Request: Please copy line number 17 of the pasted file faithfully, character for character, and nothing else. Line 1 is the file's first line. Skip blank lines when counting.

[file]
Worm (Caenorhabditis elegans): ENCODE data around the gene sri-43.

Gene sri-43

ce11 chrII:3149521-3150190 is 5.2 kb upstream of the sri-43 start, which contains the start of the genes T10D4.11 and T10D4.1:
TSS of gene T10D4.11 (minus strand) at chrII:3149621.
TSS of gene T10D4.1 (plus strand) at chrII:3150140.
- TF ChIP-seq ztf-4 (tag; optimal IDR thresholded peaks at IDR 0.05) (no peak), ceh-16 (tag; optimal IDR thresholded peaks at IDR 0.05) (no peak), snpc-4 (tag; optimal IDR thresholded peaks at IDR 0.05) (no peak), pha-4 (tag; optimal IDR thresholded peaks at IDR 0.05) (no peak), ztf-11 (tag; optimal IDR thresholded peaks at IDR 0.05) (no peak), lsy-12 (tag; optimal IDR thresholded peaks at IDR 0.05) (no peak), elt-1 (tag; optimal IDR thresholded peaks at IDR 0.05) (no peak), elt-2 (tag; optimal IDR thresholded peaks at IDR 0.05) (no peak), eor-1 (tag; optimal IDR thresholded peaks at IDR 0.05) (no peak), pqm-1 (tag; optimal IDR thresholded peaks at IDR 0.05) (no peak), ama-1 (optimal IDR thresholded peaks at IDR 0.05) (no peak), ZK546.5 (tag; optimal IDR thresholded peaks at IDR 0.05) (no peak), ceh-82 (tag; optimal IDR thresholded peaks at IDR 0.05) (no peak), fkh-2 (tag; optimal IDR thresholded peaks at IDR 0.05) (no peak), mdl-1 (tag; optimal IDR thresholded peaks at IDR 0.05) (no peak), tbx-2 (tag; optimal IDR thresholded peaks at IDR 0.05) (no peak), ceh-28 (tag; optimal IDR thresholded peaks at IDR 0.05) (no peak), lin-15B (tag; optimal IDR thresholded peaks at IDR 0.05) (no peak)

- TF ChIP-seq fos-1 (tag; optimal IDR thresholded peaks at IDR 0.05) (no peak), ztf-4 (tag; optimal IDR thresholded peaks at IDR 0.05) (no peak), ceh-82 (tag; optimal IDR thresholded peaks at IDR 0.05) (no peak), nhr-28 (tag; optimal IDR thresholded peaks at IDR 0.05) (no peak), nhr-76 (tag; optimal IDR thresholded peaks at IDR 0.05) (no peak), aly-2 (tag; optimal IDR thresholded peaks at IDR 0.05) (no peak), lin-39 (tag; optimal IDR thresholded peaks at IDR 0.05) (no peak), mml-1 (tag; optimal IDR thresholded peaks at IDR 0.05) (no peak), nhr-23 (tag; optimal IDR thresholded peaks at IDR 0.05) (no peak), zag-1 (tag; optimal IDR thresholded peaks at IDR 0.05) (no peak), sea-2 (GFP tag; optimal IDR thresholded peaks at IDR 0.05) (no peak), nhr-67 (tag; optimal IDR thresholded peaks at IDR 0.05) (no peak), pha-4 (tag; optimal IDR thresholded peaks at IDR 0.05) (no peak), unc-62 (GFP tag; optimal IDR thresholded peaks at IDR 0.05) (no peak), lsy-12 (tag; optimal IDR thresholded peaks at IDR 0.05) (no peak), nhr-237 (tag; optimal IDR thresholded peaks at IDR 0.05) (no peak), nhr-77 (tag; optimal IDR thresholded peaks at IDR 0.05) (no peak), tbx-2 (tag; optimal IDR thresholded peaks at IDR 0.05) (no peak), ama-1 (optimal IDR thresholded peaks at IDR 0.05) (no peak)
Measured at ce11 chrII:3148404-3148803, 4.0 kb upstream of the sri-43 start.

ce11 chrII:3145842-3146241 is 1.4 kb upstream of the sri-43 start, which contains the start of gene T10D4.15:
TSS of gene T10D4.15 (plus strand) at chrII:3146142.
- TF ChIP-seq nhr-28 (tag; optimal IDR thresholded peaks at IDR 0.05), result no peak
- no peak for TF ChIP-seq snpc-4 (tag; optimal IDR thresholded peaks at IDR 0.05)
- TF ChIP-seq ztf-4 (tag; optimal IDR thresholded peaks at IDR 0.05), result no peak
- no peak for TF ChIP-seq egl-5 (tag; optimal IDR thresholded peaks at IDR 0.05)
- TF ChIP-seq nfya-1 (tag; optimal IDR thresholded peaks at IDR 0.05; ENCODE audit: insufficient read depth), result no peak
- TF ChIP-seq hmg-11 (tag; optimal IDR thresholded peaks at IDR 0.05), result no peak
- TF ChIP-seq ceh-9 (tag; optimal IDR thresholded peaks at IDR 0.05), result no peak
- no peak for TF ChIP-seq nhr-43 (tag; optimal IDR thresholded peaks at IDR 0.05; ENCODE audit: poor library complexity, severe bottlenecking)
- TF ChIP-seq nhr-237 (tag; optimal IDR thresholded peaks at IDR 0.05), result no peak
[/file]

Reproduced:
- TF ChIP-seq ceh-9 (tag; optimal IDR thresholded peaks at IDR 0.05), result no peak